Friday, December 26, 2014

Star Trek: The Trouble With Tribbles

I haven't had much time for blogging lately and it's been since mid October since I've posted anything on my slow journey through the original Star Trek series. The next episode up is a good one, maybe even worth the wait:
The Trouble With Tribbles doesn't take itself too seriously, so it is hard to directly compare it to other classics like The City on the Edge of Forever, Devil in the Dark or The Doomsday Machine. Yet it is top notch Trek - a story of genetically modified organisms (GMOs) and possible ecological disaster through rapid population growth.
Soon after the episode begins, the Enterprise receives a priority one disaster call from Deep Space Station K7. They rush to the scene only to find that there isn't a disaster or much of any emergency.
Left photo: Nilz Baris (left) and his assistant Arne Darvin Right: Station Manager Lurry gives Kirk some grain

They've been called to the station by Nilz Baris, the Federation's Agricultural Affairs Undersecretary (So how come people complain that the Phantom Menace is supposedly about taxation of trade routes, but no one complains that Tribbles is about agricultural affairs?). Nearby Sherman's Planet has been claimed by both the Federation and the Klingon Empire. The group that can best develop the planet gets to claim it. The Federation's hopes lie in storage on K7, a cache of the only Earth grain that grows on Sherman's Planet -- Quadrotriticale. In case you are wondering quadrotriticale, a four-lobed hybrid of wheat and rye, is a GMO. Yeah, there are GMOs in the 23rd Century. Deal with it.

Anyway, Baris is concerned that the Klingons will tamper with the grain and wants Kirk to put up guards to protect it, which he begrudgingly does even though there are no Klingons on the station (yet).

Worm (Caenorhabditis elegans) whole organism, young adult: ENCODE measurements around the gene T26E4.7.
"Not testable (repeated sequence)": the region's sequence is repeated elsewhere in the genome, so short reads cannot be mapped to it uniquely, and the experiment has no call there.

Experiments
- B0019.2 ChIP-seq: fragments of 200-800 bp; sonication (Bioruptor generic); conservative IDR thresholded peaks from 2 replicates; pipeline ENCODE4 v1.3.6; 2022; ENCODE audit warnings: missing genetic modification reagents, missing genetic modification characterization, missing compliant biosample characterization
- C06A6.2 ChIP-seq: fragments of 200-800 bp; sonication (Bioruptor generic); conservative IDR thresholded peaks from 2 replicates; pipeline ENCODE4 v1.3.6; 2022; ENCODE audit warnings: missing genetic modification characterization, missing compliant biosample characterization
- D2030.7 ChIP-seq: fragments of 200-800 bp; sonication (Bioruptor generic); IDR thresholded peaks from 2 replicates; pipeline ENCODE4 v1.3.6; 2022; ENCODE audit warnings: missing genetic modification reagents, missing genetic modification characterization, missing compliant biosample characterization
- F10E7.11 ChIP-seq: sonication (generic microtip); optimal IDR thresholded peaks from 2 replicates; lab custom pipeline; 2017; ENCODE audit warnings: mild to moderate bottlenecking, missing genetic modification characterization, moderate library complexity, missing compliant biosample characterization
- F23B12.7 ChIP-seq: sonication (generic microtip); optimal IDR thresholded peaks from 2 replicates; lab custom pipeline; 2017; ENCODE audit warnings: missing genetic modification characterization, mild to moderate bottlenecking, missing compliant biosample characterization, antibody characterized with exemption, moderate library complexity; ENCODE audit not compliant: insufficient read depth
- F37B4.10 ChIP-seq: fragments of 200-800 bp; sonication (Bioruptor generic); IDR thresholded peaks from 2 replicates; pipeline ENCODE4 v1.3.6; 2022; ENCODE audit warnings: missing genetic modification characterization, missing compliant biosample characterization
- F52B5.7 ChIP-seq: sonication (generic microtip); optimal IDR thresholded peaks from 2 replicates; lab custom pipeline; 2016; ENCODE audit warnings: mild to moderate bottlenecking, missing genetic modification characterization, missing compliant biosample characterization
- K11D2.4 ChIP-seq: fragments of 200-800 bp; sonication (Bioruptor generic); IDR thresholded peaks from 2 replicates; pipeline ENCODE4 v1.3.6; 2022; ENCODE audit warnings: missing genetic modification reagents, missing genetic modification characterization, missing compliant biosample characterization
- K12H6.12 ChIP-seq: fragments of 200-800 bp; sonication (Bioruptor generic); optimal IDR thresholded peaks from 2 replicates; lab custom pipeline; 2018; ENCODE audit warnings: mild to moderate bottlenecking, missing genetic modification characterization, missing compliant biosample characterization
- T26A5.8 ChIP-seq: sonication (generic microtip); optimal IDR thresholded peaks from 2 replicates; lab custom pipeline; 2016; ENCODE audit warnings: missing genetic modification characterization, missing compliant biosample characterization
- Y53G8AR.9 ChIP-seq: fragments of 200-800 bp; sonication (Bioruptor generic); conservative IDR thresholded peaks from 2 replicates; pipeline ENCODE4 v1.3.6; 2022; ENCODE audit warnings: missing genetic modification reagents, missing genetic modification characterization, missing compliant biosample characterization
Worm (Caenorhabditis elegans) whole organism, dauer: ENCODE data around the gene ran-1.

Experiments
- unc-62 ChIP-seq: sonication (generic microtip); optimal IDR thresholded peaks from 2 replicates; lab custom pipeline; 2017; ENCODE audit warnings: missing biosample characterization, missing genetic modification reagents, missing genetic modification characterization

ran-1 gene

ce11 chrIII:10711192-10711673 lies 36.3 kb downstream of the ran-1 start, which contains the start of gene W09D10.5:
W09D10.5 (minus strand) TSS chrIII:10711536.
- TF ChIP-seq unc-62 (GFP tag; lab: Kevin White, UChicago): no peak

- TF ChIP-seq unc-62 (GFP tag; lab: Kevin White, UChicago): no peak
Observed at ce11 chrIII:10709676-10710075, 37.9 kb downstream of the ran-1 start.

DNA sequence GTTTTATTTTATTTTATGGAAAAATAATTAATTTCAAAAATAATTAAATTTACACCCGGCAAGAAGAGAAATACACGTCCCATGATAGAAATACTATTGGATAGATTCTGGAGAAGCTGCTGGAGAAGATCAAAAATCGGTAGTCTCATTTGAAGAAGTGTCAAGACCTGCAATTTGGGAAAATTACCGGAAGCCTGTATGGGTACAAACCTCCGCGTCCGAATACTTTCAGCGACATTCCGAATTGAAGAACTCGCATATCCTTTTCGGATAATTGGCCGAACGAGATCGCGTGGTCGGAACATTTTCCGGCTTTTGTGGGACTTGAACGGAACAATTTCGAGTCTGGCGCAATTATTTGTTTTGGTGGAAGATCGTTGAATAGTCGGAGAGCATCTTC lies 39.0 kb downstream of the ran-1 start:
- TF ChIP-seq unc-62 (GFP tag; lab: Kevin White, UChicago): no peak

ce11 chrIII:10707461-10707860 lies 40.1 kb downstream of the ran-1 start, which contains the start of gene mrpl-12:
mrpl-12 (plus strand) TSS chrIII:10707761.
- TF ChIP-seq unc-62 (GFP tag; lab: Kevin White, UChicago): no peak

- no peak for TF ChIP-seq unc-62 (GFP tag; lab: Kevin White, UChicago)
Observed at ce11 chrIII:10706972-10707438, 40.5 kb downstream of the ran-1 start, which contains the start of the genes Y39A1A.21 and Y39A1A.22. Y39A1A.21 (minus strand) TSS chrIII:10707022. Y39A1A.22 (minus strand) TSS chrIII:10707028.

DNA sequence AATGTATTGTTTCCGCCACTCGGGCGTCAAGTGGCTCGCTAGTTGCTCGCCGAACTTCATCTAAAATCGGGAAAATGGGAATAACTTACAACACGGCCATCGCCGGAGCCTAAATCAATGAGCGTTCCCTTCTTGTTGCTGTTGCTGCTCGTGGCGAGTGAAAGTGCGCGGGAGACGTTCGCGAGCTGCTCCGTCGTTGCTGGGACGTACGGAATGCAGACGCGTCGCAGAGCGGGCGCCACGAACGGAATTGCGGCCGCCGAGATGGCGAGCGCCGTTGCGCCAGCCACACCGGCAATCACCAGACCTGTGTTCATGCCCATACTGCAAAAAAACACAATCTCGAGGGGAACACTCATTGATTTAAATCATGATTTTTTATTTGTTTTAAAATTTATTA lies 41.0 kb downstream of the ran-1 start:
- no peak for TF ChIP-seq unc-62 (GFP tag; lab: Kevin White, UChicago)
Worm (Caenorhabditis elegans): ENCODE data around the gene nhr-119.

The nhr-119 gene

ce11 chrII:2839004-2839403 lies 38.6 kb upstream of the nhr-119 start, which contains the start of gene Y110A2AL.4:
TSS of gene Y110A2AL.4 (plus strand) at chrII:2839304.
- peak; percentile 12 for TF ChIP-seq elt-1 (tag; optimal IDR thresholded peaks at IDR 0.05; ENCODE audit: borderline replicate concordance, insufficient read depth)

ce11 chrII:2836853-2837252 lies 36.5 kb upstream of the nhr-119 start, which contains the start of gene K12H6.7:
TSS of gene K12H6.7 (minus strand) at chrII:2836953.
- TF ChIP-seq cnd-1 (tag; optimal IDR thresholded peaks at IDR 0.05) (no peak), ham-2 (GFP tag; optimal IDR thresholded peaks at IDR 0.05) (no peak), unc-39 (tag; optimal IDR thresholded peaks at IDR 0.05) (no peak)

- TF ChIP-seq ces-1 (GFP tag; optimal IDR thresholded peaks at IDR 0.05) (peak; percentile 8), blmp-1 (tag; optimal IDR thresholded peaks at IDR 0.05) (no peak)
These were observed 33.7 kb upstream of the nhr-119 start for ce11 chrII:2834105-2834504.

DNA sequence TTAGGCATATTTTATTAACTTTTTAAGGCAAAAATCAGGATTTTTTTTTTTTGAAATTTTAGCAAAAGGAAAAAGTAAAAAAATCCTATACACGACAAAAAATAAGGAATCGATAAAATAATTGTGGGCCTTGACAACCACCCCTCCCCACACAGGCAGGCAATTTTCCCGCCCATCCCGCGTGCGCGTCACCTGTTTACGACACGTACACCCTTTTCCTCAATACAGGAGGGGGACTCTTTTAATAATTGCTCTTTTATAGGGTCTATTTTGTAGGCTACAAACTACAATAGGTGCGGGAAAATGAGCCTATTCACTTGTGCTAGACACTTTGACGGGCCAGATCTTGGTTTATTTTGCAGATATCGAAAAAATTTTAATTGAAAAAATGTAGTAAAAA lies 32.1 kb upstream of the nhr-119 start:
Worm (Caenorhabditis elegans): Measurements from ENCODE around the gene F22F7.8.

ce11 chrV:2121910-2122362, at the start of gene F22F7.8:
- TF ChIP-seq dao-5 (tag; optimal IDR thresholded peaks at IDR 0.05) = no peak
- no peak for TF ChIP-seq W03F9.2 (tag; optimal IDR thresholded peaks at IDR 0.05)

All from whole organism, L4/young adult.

All is fine until Cyrano Jones and the Tribbles enter the picture. Jones was wonderfully portrayed by Stanley Adams, an actor who was a guest star on a lot of TV shows in the 60s. He later co-wrote a third season Trek episode, The Mark of Gideon
Jones gives a Tribble to Uhura, we see it eating some of that GMO Quadrotriticale grain and the population explosion begins. 
McCoy and Tribbles. I hope he doesn't inject any with Khan's blood.
Meanwhile a Klingon warship has arrived and their commander is visiting with Station manager Lurry. The Klingons should look familiar as that's William Campbell playing Captain Koloth. He did a fine job here but may be better known in the Trek universe for playing Trelane in The Squire of Gothos.

Behind him is Michael Pataki playing Korax. Korax gets all the best material in this episode.
 I gotta tell you that for years I thought that he was the same actor who played Lazarus in The Alternative Factor, but they are different guys. Somewhere along the line they both should have played David Hasselhoff, don't you think?

Soon we learn that Klingons and Tribbles don't get along. After that there's an awesome brawl in a bar on K7 between the Klingons and some of the Enterprise crew. What made it awesome was the wonderful lead up to the fight and the great scene afterwards.
In the build up to the fight, Korax is loudly insulting Kirk. So much so that Chekov wants to fight him. Scotty holds him back until Korax starts insulting the Enterprise. That's too much for Scotty to take and the brawl begins.